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Though he was poor, yet he was poor.

Can we use 'though' and 'yet' together in a sentence? Please explain it to me.

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The two clauses carry the same meaning. It is not a good sentence. "Yet" makes no sense there.

Though (or although) is a subordinator. Here is a proper use of though:

Though he wore the latest designer fashions and drove a Porsche, he was poor. 

Yet is a coordinating conjunction. Here is a proper use of yet:
He wore the latest designer fashions and drove a Porsche, yet he was poor.

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Thanks, AlpheccaStars.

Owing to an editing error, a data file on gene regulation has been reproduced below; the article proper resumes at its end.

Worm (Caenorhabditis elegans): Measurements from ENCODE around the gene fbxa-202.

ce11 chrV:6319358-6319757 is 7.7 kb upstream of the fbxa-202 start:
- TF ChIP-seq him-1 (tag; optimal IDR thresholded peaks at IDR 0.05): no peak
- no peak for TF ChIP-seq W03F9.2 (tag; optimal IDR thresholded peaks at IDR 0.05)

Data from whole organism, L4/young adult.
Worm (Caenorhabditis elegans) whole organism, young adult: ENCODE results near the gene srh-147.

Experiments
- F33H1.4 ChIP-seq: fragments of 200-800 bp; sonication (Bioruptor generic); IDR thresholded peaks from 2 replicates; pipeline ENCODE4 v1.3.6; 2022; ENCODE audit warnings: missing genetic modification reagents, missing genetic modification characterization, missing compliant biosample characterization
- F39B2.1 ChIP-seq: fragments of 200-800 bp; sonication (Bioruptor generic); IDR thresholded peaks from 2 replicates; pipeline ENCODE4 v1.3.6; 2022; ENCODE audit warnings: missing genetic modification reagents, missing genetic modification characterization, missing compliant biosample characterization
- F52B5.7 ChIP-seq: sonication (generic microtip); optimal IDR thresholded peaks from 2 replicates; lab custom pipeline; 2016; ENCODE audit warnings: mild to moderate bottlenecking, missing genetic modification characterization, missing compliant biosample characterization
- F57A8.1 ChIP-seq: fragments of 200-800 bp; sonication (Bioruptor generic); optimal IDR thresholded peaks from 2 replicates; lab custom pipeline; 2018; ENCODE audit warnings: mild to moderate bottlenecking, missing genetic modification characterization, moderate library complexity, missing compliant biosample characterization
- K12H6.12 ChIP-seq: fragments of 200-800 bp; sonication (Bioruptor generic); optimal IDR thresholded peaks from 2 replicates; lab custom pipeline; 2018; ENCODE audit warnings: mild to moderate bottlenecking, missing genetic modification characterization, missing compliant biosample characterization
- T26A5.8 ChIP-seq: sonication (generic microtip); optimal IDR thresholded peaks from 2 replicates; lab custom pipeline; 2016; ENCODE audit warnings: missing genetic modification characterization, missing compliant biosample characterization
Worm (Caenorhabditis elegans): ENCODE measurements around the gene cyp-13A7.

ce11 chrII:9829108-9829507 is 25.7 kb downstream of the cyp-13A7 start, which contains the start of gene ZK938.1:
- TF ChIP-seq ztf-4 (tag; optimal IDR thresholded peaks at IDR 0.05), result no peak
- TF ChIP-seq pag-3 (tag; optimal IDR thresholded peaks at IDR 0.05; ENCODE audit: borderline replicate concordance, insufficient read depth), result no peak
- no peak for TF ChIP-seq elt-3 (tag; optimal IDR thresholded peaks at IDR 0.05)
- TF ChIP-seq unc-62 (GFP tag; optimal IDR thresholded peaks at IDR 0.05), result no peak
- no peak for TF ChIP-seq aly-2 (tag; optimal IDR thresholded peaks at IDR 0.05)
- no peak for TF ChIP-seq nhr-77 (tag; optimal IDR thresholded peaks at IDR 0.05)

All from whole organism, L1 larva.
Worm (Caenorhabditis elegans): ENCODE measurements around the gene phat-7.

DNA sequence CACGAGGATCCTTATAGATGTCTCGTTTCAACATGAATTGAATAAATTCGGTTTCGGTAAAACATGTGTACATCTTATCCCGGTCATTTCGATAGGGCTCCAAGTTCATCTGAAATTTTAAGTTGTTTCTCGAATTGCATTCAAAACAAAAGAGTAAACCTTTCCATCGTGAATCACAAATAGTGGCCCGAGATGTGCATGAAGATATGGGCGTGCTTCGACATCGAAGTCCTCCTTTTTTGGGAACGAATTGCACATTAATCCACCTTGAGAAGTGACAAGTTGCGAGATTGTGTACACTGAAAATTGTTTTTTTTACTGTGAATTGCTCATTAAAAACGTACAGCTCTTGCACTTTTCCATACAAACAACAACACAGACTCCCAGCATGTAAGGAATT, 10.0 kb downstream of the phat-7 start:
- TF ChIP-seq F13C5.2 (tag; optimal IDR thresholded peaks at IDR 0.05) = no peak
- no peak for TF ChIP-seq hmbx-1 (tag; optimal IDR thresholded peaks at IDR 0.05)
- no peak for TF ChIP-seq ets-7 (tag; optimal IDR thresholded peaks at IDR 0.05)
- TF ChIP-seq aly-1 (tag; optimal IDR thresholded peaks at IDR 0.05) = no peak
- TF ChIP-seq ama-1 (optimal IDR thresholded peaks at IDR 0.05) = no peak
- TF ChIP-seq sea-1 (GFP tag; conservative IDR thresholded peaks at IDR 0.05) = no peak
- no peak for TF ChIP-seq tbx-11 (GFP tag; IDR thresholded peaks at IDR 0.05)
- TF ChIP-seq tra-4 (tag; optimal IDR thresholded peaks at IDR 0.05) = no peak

I'm sorry the sentence in my OP has a mistake. The sentence is the following.

Although he is poor, yet he is happy.

anonymousAlthough he is poor, yet he is happy.

That is improper usage of conjunctions. Here are your choices:

Although he is poor, he is happy.
He is poor, yet he is happy.

The first one is decidedly superior.


anonymous

Though he was poor, yet he was poor.

Can we use 'though' and 'yet' together in a sentence? Please explain it to me.

Students: We have free audio pronunciation exercises.

Double conjunction error.

Though is a single word subordinating conjunction. It is not a correleative like either-or, not only- but-also.

To connect 2 clauses we need only 1 conjunction.

When we begin with a conjunction, we don't have to use a 2nd conjunction. We need just a comma.

.. So, if we read in reverse sequence it should make sense.

Like: Though he was rich, yet he was a miser.

He was a miser, though was rich.


.. We have no place for yet in the other sentence.

So, don't use a 2nd conjunction.